The State Of The Personal Computer

“Everyone should switch to Windows Vista, but wait until SP1.”

“This year, Linux will reach the mainstream desktop.”

“The number of Macs at major universities is almost at 50%.”

It doesn’t matter whether your favorite operating system is Windows, Mac OS X, or Linux or you want a computer that just works—technology pundits are always writing about the “next big shift.” Every year, the predictions are the same: Windows users are frustrated, Linux/MacOS will take over. During the final months of 2008, we thought it would be interesting to take a closer look at the state of personal computing and consider the future of each platform.

Indeed, 2008 is already shaping up to be a year of milestones. Microsoft Windows Vista reached SP1 status, making it the choice of new PCs across the board; AMD’s Radeon line once again became competitive against Nvidia’s recent GPU dominance; and the launch of Intel Core i7 marks the chip giant’s first major design change since the original Core Duo launch.

This has also been a year of transition and change for Apple Mac OS X and Linux. The release of Apple’s new unibody MacBook and MacBook Pro has created new interest in potential “switchers,” while Linux has seen its most mainstream success to date with the growing popularity of netbooks.

The question is: what will 2009 look like? Will Microsoft’s market share continue to erode after the lackluster release of Windows Vista and rising threats of malware? Will Mac OS X users still be willing to pay an “Apple Tax” and benefit from the relative lack of malware? Will Linux’ success with netbooks open the way for The Year of Desktop Linux?

For the record, I’m a user of all three operating systems. By this, I don’t mean “I’ve installed this OS or that one before.” I was predominantly a Windows Vista user, although I’ve switched to OS X 10.5 Leopard for my notebook and primary PC, leaving Vista on a HTPC only. My research workstation ran IRIX 6.5 from 2001 to 2004, and since 2005, I’ve done my work on Linux, beginning with Vector Linux, then SuSE, and now Fedora Linux.

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  • kyzarvs
    "For the average consumer, the transition to 64-bit means a more stable operating system."

    Huh? There was silly old me thinking that 64-bit computing referred only to allowing you to address more RAM...

    Such things were claimed about the switch from 16 to 32bit - the only difference is the amount of address space available. Stability and security still come down to the quality of the code written for them, not the system architecture as 32 and 64 bit systems are capable of being equally hardware-stable.

    My 2009 predictions:

    Business will stick with XP in the main until 7 is released and proven to be acceptable.

    Home users will go with whatever is pushed at them.

    Mac will continue to make obscene profits from great-looking but technically out-dated hardware. I will continue to not supply our staff with iPhones as the email hack is insanely inefficient compared to Blackberry for corporate mail. Hopefully I will stop getting harassed for them as the Storm and Bold 'berrys are released.

    Linux will continue it's current trend of building on it's successful server-base. There will be a small incremental increase of desktop installations thanks to Asus E and other machines. People won't realise that their phone, car, fridge and watch have linux installations so they will continue to see it as the 'work ob teh debil'. Smart IT managers will continue to deliver colossal RoI with open source solutions where appropiate, but only in the minority of organisations as it requires them to actually do their job.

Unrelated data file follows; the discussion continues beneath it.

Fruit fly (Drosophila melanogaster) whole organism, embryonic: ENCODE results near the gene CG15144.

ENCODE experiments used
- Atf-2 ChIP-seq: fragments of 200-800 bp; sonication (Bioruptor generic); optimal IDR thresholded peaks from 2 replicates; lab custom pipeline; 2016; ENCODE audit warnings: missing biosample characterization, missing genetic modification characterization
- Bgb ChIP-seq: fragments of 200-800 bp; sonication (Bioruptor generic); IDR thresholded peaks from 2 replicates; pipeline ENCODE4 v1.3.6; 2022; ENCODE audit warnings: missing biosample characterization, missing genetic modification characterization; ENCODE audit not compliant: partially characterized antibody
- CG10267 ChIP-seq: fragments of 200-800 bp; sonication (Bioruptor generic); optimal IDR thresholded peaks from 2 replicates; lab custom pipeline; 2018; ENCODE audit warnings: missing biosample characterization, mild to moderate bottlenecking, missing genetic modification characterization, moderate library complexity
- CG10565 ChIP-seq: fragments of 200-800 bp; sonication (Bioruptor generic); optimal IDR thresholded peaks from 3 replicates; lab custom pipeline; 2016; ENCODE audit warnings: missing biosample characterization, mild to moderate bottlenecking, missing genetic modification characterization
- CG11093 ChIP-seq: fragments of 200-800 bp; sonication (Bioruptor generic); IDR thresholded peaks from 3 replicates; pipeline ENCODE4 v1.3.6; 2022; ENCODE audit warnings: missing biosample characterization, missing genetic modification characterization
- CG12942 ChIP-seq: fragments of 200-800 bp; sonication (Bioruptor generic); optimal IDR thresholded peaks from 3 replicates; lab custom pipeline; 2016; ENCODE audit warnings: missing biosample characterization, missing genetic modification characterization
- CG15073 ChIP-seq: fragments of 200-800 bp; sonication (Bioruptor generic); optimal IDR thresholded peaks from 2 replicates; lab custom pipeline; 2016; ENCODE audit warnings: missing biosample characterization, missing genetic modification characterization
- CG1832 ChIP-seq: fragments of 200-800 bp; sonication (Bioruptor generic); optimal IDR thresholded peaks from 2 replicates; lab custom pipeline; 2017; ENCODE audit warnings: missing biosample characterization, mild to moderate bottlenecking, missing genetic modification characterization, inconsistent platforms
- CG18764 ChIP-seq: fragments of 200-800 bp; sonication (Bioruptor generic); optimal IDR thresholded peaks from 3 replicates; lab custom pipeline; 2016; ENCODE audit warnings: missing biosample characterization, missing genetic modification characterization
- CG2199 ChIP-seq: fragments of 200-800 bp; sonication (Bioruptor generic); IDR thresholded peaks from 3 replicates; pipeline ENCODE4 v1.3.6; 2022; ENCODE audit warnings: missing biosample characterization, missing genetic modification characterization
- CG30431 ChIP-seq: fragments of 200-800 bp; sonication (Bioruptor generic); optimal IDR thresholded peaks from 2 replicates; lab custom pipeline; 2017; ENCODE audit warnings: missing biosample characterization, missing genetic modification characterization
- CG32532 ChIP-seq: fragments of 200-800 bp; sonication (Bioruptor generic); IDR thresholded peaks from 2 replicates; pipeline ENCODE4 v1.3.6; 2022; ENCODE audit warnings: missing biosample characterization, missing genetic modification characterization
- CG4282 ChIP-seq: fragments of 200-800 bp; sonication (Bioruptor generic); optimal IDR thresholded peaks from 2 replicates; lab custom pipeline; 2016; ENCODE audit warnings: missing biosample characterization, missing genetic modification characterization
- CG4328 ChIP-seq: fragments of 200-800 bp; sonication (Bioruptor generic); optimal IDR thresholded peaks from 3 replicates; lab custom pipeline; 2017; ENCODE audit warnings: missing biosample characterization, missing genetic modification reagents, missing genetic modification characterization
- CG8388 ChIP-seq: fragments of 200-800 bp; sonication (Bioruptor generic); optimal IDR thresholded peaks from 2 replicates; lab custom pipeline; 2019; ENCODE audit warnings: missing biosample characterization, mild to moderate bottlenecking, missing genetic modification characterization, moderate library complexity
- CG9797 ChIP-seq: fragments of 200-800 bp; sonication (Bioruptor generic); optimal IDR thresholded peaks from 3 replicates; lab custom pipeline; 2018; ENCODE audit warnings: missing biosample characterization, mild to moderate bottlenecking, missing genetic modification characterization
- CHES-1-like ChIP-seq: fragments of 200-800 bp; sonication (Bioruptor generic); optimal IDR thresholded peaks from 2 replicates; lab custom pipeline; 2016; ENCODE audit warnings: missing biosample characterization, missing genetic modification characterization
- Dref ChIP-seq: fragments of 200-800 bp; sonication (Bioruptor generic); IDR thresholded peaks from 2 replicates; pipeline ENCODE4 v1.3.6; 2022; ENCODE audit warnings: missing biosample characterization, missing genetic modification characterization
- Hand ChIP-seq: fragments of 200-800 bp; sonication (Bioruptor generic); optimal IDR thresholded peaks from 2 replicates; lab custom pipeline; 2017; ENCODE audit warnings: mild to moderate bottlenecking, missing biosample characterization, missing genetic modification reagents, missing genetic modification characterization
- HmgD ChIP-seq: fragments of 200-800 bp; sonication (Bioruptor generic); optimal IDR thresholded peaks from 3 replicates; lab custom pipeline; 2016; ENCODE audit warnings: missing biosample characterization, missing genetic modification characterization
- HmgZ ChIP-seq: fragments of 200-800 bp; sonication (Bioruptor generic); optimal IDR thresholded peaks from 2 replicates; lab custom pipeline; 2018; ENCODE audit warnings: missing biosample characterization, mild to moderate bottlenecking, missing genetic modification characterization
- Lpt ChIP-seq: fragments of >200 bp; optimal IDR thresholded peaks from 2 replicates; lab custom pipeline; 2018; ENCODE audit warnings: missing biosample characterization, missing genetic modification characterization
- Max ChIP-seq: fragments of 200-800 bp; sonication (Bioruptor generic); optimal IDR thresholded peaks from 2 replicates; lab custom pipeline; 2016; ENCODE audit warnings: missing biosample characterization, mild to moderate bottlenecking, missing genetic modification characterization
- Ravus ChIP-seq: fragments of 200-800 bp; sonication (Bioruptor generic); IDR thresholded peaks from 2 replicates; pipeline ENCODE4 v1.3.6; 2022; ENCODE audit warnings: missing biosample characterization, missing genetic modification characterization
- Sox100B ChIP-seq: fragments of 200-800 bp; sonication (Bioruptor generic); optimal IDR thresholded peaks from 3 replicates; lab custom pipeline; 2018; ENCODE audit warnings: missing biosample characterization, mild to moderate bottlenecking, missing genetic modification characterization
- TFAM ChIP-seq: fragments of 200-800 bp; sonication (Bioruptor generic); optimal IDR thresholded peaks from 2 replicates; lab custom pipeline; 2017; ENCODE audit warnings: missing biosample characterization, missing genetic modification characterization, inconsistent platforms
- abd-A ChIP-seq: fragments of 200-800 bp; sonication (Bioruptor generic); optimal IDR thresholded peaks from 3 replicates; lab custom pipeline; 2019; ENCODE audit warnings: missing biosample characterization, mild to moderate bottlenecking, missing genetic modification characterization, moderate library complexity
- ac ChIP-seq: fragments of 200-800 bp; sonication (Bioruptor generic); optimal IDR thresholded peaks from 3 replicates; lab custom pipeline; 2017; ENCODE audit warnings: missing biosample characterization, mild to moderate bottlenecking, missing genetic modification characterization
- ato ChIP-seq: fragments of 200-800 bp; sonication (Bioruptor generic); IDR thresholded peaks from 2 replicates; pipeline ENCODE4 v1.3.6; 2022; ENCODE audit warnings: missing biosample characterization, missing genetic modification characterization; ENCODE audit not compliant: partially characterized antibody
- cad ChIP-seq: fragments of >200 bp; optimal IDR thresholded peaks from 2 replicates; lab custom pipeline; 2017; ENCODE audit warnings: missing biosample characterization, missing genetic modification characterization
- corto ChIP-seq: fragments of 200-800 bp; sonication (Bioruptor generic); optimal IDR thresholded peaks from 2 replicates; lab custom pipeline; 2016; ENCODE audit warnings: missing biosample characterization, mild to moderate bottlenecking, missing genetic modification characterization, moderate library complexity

• rtfm
    1)Machines with Windows XP RTM are infected at a staggering 33.8 systems per 1,000, while Vista SP1 brings this down to 4.5 per 1,000 and 2.3 per 1,000 (32-bit and 64-bit). As a group, Microsoft estimates 10 in 1,000 PCs as a whole have detected malware. quote]

    Thats because people buy the tech without wanting learning how to use it safely, most computers users are bit like people getting drunk and having unprotected sex - both dont know what they're playing with and more often than not end up with a nasty virus from an unwanted download!

    2) Most people associate 64bit windows with flakey/non-existent drivers and software issues - not stability and security.
  • Belinda
    New Hardware, New Compatibility
    Or page two of why to buy a mac.
    Another example of an article trying to look fair while being pro mac.
  • Anonymous
    The main issue with Macs is that their philosophy is "my way, or the highway" and its more like the computer leads you around by the nose rather than doing your bidding.
  • Anonymous
    I really think the thing with Windows' domination is that the philosophies of our various software vendors goes a bit like this:

    Mac: Do it our way.
    Linux: Do it yourself.
    Windows: We've done it for you.

    No large companies really want to buy into the Mac's closed platform, not to mention Apple's own licensing really hindering the Mac's growth.

    Linux, from my growing-every-day experience is the operating system that claims to do it all, pretty much does, but makes it really hard to do. Particularly things like Internet connection sharing/network bridging which I have yet to configure without it doing something strange.